A proposed standard under construction at the Internet Engineering Task Force promises to extract more traffic statistics from corporations' network gear, which proponents say will help them develop usage-based billing and more easily spot security breaches.
IP Flow Information Export (IPFIX), expected to be in final draft by early next year, defines a method for routers and switches to export traffic-flow data to management systems. If adopted, the export standard would be included in network gear from Cisco, Nortel, Riverstone Networks and others. IPFIX-compliant management products then would be able to collect and analyze the traffic-flow data and correlate it with other network and application performance metrics in a management console.
Proponents say IPFIX-compliant gear will capture, store and deliver all traffic-flow data that crosses corporate routers and switches. Commercial products and protocols such as SNMP today can extract part of the traffic-flow data stored on network gear, but IPFIX would automatically package the raw data and send it to a collection point for correlation. In many cases, traffic-flow data can be lost on network gear because routers and switches don't have the memory to save the data. After the data is exported, management software could dissect the data, which today is difficult to gather and maintain.
"IPFIX is the foundation technology by which the raw data is transmitted between the network gear and a collector for subsequent analysis," says Dave Plonka, co-chair of the IPFIX working group for the IETF. "Flow-based measurements are a sweet spot between mere aggregate counters and complete packet traces."
To export data, routers present network traffic flow based on seven fields: source IP address; destination IP address; source port; destination port; Layer 3 protocol type; type-of-service byte; and input logical interface. If all seven fields in two packets match, the packets belong to the same flow.
IPFIX is expected to provide the format by which IP flow data can be transferred from the gear to a management collection point. Because IPFIX implementations will include templates, customers could define multiple templates for how various data should be exported. IPFIX-enabled devices then would package the data as defined and send it to IPFIX-compliant collection devices, either network management probes or a server loaded with network management software.
Mining the traffic flow and understanding more packet data could reveal details about how an application uses network devices, how routers respond to requests and which users make the most demands. That data could let network managers bill for IT services based on usage.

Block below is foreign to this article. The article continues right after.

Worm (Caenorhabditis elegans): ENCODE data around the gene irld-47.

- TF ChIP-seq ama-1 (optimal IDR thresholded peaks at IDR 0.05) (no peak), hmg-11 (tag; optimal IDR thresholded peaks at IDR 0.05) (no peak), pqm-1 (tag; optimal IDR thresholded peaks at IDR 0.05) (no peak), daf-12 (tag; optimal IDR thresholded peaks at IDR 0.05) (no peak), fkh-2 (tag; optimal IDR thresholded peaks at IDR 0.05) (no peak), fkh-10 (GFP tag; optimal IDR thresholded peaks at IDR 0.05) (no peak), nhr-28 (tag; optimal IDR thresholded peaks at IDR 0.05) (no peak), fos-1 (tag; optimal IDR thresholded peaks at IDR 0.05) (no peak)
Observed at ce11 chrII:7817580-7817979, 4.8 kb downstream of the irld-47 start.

"Collecting raw packet data can reveal to network managers if there are different routes or links being used in ways they didn't realize or if there are better ways to route the traffic," says Paul Kohler, technical marketing engineer in the Internet Technologies Division at Cisco. He says IPFIX also could alert network managers to potential security breaches and help them fill any security holes. "It can go beyond just noticing if a link is down; it can identify flows that are the source of a problem."
Benoit Claise, a technical leader at Cisco, and Kohler are working with the IETF on the IPFIX specification, partly because its roots are in Cisco. IPFIX is based on Cisco's NetFlow Version 9 data-export protocol. (Cisco customers usually use NetFlow Version 5.) NetFlow comes with Cisco gear and can be enabled or disabled.
Customers could turn NetFlow on to collect more specific data on traffic flows and track the busiest applications. The same network managers might choose to turn NetFlow off and disable the protocol because the amount of data it across the network can bog a router down, consume bandwidth when it's transmitted and get lost when the device runs out of storage capacity.
"NetFlow collects a lot of data, and lets you look deep into the packet, but you don't know how long it will be before the network management software will ask for that data, Kohler says. "NetFlow follows a push model, and sends the data out because without a lot of memory on a switch, you can just lose that intensive data."
Yet NetFlow resides on Cisco gear and the IETF wants to develop a standard for heterogeneous networks. Like SNMP and Realtime Traffic Flow Measurement (RTFM), the IETF wants the IPFIX working group to deliver a more-efficient way to export data to management systems.
Plonka, also a member of the Network Services group in the Division of Information Technology at the University of Wisconsin at Madison, says standards such as SNMP and RTFM can be used in such a way that would deliver the same results as IPFIX. For example, SNMP polls network devices and collects management data while RTFM measures traffic flows. Those working on IPFIX say it could provide one standard out of what now is cobbled together by enterprise network managers.
"[Our] long-term goal is to move from the present five standards toward just one," says Nevil Brownlee, co-chair of the IPFIX working group for the IETF and an Internet researcher for the Cooperative Association for Internet Data Analysis at the University of California San Diego.